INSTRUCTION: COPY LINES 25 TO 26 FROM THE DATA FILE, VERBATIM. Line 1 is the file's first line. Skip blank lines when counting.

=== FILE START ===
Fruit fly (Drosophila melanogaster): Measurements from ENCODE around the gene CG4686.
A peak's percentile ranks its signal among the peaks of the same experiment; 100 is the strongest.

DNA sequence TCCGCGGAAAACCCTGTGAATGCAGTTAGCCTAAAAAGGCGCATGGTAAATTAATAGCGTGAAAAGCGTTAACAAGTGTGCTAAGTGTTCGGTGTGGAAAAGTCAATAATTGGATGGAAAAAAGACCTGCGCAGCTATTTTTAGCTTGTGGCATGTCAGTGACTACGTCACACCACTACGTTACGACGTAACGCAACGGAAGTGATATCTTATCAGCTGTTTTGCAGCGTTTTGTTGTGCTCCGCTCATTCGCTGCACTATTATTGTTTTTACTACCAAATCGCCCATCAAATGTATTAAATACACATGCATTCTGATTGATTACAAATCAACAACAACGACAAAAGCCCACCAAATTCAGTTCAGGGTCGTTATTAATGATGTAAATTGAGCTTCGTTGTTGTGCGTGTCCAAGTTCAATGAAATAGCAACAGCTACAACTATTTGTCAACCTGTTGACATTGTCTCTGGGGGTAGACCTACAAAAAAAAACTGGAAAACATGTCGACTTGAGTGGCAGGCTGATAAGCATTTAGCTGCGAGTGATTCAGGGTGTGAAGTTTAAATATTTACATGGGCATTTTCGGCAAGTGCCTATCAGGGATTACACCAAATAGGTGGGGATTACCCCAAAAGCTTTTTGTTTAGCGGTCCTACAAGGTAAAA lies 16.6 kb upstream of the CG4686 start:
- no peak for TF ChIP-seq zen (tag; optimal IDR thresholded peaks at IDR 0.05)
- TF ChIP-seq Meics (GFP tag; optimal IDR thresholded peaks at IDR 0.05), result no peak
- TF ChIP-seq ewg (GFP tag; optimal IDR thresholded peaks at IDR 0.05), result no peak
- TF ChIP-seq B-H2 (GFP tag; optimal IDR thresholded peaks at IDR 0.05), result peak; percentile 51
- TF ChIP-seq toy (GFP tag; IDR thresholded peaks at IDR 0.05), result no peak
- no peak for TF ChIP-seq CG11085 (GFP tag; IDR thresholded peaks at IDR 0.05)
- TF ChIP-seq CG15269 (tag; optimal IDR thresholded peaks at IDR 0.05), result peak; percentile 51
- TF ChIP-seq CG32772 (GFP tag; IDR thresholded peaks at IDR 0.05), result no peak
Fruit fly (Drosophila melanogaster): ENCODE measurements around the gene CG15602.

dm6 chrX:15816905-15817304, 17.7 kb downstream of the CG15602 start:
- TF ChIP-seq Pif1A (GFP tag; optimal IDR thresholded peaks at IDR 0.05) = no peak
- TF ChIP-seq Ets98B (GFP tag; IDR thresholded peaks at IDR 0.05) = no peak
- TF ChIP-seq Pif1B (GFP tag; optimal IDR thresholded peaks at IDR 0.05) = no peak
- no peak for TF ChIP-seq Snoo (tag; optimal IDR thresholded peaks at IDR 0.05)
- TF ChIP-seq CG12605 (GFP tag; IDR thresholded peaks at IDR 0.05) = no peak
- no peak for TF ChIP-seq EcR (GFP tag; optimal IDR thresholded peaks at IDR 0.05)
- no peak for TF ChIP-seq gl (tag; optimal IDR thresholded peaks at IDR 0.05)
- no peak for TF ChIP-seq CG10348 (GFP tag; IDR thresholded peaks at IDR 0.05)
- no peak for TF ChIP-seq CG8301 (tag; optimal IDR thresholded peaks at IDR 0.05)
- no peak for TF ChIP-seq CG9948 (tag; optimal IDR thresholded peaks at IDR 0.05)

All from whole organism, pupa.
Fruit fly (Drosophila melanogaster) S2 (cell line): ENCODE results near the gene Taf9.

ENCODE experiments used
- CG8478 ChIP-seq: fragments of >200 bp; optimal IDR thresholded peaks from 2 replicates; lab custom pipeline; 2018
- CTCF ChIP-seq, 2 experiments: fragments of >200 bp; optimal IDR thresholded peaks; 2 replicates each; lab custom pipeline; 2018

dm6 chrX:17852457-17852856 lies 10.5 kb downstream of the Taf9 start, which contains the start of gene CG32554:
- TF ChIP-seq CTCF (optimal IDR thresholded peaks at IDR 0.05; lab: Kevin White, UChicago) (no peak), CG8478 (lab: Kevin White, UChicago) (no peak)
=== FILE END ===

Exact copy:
Fruit fly (Drosophila melanogaster) S2 (cell line): ENCODE results near the gene Taf9.

ENCODE experiments used